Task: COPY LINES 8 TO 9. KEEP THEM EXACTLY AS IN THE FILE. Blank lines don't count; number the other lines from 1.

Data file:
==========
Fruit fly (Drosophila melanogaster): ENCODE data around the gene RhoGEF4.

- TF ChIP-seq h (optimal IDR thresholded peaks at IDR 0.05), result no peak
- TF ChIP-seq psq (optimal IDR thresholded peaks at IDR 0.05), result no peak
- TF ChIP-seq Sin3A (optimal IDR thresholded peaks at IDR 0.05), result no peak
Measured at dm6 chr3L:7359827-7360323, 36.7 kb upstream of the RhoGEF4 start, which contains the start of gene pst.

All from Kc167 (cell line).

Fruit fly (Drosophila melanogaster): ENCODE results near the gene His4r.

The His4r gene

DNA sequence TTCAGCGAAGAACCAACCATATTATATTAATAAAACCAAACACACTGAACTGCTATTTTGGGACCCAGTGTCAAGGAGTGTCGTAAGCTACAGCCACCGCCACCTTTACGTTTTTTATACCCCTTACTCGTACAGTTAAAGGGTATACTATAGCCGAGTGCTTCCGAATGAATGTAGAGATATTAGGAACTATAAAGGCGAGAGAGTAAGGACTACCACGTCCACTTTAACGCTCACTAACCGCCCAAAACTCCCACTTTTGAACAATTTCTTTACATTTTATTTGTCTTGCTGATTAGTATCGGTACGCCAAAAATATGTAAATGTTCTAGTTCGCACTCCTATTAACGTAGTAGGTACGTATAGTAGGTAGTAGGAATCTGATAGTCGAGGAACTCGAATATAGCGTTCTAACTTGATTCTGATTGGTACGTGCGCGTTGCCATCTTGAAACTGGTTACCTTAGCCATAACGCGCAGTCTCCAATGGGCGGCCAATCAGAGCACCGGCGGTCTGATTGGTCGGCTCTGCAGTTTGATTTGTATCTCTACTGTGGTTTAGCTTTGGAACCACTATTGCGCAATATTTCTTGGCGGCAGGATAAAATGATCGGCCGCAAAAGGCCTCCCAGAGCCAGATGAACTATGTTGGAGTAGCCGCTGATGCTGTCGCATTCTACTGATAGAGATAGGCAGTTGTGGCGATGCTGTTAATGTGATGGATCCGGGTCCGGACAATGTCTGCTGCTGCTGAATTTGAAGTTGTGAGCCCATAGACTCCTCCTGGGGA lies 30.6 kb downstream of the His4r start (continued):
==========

The His4r gene

DNA sequence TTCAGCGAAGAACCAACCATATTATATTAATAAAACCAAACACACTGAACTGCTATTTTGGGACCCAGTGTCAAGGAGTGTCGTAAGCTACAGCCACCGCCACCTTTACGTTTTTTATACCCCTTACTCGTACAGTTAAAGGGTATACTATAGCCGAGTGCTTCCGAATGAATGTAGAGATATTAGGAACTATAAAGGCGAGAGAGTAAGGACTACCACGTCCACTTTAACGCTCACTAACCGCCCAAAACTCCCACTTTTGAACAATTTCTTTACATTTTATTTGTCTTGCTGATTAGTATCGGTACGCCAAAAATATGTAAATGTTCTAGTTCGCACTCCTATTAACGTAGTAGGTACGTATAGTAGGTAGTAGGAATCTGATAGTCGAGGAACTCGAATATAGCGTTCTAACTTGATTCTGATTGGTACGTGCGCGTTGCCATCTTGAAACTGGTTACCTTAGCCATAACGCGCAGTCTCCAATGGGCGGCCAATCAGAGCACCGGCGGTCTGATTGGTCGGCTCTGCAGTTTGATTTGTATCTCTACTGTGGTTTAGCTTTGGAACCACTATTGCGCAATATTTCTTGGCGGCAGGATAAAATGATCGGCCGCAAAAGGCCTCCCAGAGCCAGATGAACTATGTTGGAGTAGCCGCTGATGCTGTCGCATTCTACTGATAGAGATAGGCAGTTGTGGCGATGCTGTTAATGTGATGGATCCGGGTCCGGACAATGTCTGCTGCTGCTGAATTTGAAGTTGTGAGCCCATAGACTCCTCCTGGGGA lies 30.6 kb downstream of the His4r start (continued):